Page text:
Why won't America embrace the left?

In two centuries, the movement's history in America is plagued by failure. An expert explains why

By Mandy Van Deven

Published August 26, 2011 9:01PM (EDT)

Martin Luther King, Jr., Michael Moore and Franklin D. Roosevelt.
Martin Luther King, Jr., Michael Moore and Franklin D. Roosevelt.

What has the left really accomplished over the past two centuries? FDR's New Deal remains one of the great American success stories. In the '60s, leftist politics created a massive countercultural movement -- and sexual and feminist revolutions. The civil rights movement transformed both American society and the American soul. But, if you compare the accomplishments of the American left to those of other parts of the world, like Western Europe, its record is remarkably dismal, with a surprising lack of real political and social impact.

At least, that's the main takeaway from "American Dreamers," a new book by Michael Kazin, professor of history at Georgetown University, which covers nearly 200 years of struggle for civil rights, sexual equality and radical rebellion. His book explores the way the national conversation has been changed by union organizers, gay rights activists and feminists. He also writes about how their techniques have now been adopted by the Tea Party movement. From Michael Moore to "Wall-E," he argues that, although the left has been successful at transforming American culture, when it comes to practical change, it's been woefully unsuccessful.

Salon spoke to Kazin over the phone about the difference between Europe and America, the rise of the professional left -- and why the Lorax is a progressive icon.

In the book, you argue that the left has been very successful at changing American culture -- but not at making real economic or political change. Why?

It's easier to get people to think about things differently than it is to construct institutions that alter the basic building blocks of society. When leftists talk about having a vision of how things might be different, they attract an audience and create a new way of perceiving things. It's a different issue altogether to go up against entrenched structures of wealth and political power. There are few obstacles to talking differently, singing different kinds of songs, or making a different kind of art, but it takes a sustained movement of millions of people to really change the structures, and that is much harder to organize. Also, most Americans accept the basic ground rules of capitalist society. The ideas are that if you work hard you can get ahead and that it's better to be self-employed than employed by the people. They believe that the basics of a capitalist society are just or can be made just with small alterations. Americans want capitalism to work well for everybody, which is somewhat of a contradiction in terms since capitalism is about people competing with each other to get ahead, and everyone's not going to be able to do well at the same time. That's simply not possible.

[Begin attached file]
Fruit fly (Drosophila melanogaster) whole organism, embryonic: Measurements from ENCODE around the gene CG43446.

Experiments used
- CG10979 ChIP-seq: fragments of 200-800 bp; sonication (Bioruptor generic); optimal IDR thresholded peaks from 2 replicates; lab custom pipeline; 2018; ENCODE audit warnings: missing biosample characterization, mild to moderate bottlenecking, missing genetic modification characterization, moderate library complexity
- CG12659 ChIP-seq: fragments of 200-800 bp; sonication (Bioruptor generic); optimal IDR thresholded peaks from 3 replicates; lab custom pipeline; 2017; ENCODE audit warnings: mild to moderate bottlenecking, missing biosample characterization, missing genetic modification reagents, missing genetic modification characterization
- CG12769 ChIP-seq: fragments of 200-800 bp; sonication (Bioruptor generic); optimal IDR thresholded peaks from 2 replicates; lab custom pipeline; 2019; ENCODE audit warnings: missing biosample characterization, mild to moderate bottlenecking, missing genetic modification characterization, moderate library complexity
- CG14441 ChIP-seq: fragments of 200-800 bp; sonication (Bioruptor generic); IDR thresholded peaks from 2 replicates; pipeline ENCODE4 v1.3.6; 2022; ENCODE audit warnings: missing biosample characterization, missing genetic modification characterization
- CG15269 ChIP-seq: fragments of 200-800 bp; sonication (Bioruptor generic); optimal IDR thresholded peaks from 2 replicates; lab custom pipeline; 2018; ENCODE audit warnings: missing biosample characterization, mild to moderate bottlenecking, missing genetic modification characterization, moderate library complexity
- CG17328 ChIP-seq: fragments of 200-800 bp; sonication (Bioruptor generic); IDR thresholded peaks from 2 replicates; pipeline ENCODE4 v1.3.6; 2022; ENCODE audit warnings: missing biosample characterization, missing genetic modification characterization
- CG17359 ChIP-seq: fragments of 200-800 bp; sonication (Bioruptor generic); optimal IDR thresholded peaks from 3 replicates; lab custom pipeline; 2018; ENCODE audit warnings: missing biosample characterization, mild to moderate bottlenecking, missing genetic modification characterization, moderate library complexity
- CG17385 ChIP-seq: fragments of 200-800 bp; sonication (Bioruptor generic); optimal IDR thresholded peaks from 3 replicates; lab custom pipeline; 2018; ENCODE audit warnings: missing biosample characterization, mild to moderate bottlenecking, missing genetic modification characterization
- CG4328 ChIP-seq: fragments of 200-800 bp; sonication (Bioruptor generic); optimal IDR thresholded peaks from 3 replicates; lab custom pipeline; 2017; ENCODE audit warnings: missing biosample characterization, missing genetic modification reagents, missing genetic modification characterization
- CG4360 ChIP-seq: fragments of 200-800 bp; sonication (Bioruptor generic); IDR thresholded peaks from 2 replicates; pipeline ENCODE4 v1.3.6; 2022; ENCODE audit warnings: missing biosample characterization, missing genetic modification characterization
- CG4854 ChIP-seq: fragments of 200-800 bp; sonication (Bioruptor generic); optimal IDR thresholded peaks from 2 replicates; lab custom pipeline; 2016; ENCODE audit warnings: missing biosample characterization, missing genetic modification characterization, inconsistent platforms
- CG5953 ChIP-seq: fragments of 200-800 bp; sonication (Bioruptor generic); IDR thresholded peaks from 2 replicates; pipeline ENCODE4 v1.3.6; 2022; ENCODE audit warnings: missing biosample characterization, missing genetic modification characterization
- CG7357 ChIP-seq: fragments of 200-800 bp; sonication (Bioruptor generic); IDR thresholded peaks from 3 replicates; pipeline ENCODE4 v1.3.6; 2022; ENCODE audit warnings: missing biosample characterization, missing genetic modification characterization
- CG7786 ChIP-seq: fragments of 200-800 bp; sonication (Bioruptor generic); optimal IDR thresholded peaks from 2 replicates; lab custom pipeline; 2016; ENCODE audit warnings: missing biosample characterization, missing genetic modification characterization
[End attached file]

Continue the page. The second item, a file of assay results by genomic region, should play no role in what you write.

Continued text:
Why has the left in Europe been so much more successful at making real change?

The left in Europe arises out of a more traditional class structure, and the left parties there were formed on the basis on those class divisions. Most European countries had feudal societies before they transformed into nation-states. When those societies became capitalist, they retained many of the old divisions both in terms of people's consciousness and in terms of the new social structure. Peasants and lords became workers and employers. So, the parties there tended to fall along class lines much more than in the United States, and people growing up on either side of the class boundary fueled the movements on the left. Even though the differences between the labor or socialist parties and the centrist or right-wing parties have diminished over time, the vision of a socialist society is still alive in many European countries. In America, however, socialism and communism were never more than marginal beliefs.

You would think that the left would become more popular during a bad economy, but that doesn't seem to be happening right now. Why?